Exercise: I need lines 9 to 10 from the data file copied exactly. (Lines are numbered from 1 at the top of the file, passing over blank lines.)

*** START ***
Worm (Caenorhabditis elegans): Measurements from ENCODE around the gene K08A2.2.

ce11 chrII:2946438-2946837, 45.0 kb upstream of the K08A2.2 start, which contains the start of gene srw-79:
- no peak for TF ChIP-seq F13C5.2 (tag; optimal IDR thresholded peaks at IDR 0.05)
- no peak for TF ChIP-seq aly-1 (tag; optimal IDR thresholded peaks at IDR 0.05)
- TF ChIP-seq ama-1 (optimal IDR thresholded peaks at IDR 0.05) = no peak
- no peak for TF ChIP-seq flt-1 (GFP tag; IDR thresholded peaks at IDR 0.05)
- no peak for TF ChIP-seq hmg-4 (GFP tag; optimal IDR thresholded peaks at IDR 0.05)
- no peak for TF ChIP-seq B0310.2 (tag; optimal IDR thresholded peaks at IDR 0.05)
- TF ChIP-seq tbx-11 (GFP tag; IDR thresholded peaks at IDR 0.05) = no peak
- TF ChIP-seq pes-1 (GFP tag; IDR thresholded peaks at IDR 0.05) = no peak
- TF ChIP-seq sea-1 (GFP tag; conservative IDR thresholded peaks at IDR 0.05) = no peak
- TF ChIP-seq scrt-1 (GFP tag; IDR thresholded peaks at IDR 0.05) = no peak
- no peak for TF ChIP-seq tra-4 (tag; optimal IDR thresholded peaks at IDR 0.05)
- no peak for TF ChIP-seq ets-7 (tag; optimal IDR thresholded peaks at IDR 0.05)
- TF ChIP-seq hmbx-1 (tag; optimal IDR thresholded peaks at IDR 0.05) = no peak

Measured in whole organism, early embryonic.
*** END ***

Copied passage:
- TF ChIP-seq tbx-11 (GFP tag; IDR thresholded peaks at IDR 0.05) = no peak
- TF ChIP-seq pes-1 (GFP tag; IDR thresholded peaks at IDR 0.05) = no peak